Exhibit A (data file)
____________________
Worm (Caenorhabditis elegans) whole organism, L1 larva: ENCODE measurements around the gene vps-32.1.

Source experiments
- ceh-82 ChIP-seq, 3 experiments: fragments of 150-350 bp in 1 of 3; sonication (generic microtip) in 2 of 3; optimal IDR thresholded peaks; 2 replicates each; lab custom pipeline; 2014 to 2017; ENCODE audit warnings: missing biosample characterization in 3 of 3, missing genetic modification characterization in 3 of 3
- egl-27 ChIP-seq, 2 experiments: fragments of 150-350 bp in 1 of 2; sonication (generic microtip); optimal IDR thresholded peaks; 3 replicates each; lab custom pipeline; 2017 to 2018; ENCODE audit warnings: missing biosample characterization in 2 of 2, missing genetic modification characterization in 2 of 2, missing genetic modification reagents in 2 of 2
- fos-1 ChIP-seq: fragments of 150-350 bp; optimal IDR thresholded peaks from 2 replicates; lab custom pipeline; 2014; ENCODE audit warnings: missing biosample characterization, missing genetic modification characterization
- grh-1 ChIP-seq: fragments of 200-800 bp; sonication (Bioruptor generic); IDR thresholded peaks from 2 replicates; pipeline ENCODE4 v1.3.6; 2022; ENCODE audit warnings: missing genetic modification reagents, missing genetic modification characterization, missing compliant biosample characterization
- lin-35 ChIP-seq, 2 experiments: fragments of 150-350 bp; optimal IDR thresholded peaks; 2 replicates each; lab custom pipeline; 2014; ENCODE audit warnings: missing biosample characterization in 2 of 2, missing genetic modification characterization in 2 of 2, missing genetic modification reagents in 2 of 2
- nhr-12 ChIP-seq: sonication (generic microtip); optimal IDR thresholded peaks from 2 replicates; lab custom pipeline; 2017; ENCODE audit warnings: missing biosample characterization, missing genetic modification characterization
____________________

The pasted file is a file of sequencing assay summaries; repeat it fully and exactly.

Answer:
Worm (Caenorhabditis elegans) whole organism, L1 larva: ENCODE measurements around the gene vps-32.1.

Source experiments
- ceh-82 ChIP-seq, 3 experiments: fragments of 150-350 bp in 1 of 3; sonication (generic microtip) in 2 of 3; optimal IDR thresholded peaks; 2 replicates each; lab custom pipeline; 2014 to 2017; ENCODE audit warnings: missing biosample characterization in 3 of 3, missing genetic modification characterization in 3 of 3
- egl-27 ChIP-seq, 2 experiments: fragments of 150-350 bp in 1 of 2; sonication (generic microtip); optimal IDR thresholded peaks; 3 replicates each; lab custom pipeline; 2017 to 2018; ENCODE audit warnings: missing biosample characterization in 2 of 2, missing genetic modification characterization in 2 of 2, missing genetic modification reagents in 2 of 2
- fos-1 ChIP-seq: fragments of 150-350 bp; optimal IDR thresholded peaks from 2 replicates; lab custom pipeline; 2014; ENCODE audit warnings: missing biosample characterization, missing genetic modification characterization
- grh-1 ChIP-seq: fragments of 200-800 bp; sonication (Bioruptor generic); IDR thresholded peaks from 2 replicates; pipeline ENCODE4 v1.3.6; 2022; ENCODE audit warnings: missing genetic modification reagents, missing genetic modification characterization, missing compliant biosample characterization
- lin-35 ChIP-seq, 2 experiments: fragments of 150-350 bp; optimal IDR thresholded peaks; 2 replicates each; lab custom pipeline; 2014; ENCODE audit warnings: missing biosample characterization in 2 of 2, missing genetic modification characterization in 2 of 2, missing genetic modification reagents in 2 of 2
- nhr-12 ChIP-seq: sonication (generic microtip); optimal IDR thresholded peaks from 2 replicates; lab custom pipeline; 2017; ENCODE audit warnings: missing biosample characterization, missing genetic modification characterization